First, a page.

Well, if the information revealed by IDG and other publications is correct, Exchange 2013 (Exchange 15, don’t you know) will make its debut alongside the rest of the Office Wave 15 products in early 2013. Mary Jo Foley has previously reported that the "whisper date" (Microsoft leak) for the Office 15 Release to Manufacturing date is in mid-November. RTM is the point when the engineers have concluded that the code is solid enough to be unleashed into production and so the code is formally released to be made available to customers through various channels.
The graphic describing the product roadmap revealed in the articles, which Microsoft apparently released to their Partner Network confirms that the "general availability" date for Office 15 products is in the end-2012/early 2013 timeframe.
Microsoft has traditionally announced RTM a tad ahead of actual product availability so the November and early 2013 dates might well correspond to the formal product release (November) and the time when you can actually deploy (early 2013). No doubt the powers that be will reveal all when Microsoft executives speak at MEC 2012 in Orlando next September. I think that by the time MEC rolls around the Office 15 dates will be a very open secret and that it’ll then be simply a matter of lighting the fireworks and opening the champagne to celebrate the arrival of Exchange 2013. We’ll see.
It's important to say that dates in documents like the one that appeared on Microsoft's Partner Network are always liable to change for different reasons. For instance, a high bug count might have to be resolved before a product reaches the desired quality level. It's also possible that customer feedback would cause features to be adjusted or even dropped, which would also delay matters. However, although the dates represent estimates to which Microsoft cannot be held, it's also true that competition or the desire to meet internal goals can drive companies to release products at predetermined dates.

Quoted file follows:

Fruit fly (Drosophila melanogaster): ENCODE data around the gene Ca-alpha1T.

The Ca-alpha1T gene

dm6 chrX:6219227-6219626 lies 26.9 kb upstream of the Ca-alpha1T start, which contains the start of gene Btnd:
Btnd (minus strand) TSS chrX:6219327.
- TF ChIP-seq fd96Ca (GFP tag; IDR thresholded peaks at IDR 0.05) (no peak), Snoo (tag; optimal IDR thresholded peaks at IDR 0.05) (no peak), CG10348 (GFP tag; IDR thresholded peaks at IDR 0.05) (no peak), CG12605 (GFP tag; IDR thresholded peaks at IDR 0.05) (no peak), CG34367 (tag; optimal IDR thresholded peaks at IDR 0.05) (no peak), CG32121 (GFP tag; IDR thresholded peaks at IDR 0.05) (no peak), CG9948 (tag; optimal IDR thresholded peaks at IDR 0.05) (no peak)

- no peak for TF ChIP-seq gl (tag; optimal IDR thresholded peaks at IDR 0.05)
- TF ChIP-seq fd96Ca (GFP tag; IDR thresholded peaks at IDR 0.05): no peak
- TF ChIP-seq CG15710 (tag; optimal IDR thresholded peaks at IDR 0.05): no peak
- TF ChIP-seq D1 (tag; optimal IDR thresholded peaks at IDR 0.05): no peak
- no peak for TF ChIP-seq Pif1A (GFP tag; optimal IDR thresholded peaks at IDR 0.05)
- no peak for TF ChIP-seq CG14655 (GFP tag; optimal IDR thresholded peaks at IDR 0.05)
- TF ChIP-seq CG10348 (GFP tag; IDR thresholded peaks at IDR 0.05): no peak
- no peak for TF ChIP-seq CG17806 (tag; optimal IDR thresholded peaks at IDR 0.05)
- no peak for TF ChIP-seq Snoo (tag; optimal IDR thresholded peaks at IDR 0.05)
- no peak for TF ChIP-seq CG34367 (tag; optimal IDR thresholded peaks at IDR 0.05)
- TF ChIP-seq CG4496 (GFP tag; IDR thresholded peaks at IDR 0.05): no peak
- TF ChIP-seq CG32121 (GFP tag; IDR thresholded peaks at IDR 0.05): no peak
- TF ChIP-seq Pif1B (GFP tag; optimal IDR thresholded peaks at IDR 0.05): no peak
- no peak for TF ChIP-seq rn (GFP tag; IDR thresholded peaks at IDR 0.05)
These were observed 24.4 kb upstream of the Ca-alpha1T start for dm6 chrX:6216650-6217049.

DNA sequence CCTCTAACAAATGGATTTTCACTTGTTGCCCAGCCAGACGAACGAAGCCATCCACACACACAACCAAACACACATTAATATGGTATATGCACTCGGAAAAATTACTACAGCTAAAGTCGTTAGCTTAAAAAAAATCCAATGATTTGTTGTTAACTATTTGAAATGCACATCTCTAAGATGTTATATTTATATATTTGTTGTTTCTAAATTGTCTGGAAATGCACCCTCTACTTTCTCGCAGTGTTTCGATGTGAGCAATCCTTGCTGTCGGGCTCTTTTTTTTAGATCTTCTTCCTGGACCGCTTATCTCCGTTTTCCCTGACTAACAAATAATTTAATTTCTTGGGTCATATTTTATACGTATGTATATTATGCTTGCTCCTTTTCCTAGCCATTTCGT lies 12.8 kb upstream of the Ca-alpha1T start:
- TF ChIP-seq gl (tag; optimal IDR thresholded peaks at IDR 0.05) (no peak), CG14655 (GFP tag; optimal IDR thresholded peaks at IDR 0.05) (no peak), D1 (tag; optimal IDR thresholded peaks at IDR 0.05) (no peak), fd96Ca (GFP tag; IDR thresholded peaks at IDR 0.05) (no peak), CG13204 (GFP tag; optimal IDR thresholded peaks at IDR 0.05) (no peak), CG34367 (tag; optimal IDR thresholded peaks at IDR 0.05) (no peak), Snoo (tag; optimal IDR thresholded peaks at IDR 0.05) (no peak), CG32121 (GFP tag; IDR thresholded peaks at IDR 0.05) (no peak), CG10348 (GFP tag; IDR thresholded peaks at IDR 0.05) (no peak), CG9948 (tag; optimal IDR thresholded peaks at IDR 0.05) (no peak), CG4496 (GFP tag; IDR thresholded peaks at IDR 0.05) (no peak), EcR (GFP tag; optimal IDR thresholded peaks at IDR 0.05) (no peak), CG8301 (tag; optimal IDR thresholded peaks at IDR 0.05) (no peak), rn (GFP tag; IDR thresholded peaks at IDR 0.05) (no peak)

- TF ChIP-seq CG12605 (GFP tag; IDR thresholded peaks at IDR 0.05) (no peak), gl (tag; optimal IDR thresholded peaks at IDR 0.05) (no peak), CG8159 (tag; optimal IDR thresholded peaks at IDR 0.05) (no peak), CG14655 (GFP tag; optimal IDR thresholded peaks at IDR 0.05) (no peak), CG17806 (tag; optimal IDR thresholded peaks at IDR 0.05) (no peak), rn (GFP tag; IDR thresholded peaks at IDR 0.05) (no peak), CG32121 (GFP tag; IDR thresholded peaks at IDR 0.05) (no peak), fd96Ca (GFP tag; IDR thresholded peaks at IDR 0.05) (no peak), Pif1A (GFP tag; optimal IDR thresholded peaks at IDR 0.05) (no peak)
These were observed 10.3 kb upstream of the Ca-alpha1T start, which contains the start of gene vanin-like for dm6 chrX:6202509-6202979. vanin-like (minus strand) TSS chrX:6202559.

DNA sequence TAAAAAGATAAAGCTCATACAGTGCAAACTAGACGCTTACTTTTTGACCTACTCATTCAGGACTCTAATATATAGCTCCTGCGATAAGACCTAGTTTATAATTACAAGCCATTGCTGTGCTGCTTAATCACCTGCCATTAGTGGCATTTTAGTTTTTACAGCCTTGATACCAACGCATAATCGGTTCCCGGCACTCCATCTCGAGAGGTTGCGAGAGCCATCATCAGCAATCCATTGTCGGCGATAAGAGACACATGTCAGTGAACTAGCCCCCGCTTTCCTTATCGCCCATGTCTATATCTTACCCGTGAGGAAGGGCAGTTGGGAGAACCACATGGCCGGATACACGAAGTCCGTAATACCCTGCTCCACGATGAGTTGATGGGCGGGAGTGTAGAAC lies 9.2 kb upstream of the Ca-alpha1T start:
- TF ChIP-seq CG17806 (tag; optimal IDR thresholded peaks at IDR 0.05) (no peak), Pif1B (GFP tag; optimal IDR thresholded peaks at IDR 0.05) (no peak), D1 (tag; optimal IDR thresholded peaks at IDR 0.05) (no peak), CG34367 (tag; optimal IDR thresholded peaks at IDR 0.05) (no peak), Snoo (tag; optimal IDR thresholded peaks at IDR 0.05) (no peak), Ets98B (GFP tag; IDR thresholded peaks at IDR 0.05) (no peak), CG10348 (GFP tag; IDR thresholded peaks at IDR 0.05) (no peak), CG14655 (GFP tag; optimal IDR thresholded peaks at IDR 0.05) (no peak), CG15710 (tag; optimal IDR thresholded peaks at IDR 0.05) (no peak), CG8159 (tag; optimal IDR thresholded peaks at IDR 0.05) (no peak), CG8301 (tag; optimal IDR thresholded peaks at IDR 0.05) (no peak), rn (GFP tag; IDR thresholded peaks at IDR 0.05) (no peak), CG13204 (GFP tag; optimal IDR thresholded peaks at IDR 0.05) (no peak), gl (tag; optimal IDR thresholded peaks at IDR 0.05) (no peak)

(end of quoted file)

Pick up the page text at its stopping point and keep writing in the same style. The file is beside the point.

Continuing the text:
Of course, Kevin Allison, the GM of Exchange engineering, is due to keynote at TEC 2012 in San Diego at the end of April and he might have something more to say about the progress of Exchange 2013 development. I doubt that he will say anything about the RTM date but he could well drop some valuable hints about when a public beta might appear as well as describe some of the important engineering investments that Microsoft has chosen for Exchange 2013.
Another interesting tidbit to come out this week was the fact that Microsoft has extended Outlook 2007’s (with Service Pack 3) mainstream support period from April 9, 2012 to October 9, 2012. This means that Outlook 2007 will not exhaust its extended support until October 2017 and by that time I imagine that quite a few people will have figured out whether they are able to deploy Outlook 2013 or whatever the current version is then (Outlook 2016?). Mind you, there are still tons of users who run Outlook 2003, despite it slipping rapidly towards its formal end-of-life in April 2014. I doubt that Microsoft will support Outlook 2003 as a valid client for Exchange 2013, just like they don’t support it as an Office 365 client.
Another update arrived in the form of a new version (18.9) of the Exchange 2010 Mailbox Server Role Requirements Calculator (that's quite a mouthful, Ross). This is a great tool that every administrator that has anything to do with Exchange 2010 should get to know, if not to love!
Finally, I was excited when I learned that Microsoft had released Service Pack 2 for Outlook 2011 for the Mac. At least, I was until I read the list of improvements that SP2 includes. It's frankly disappointing to see that it includes fixes such as making sure that Turkey is a valid time zone (I know, critical for sales in Ankara and vitally important to people in Turkey - I should appreciate this) and that free/busy data displays properly for the citizens of fine places like Perth in Western Australia. However, what I had really wanted to see was some evidence that Outlook 2011 for Mac was closing the functionality gap with Outlook 2010 for PC and it just didn't happen. Perhaps it's all part of the cunningly disguised master plan that will be revealed when Office 15 debuts. I just can't wait!
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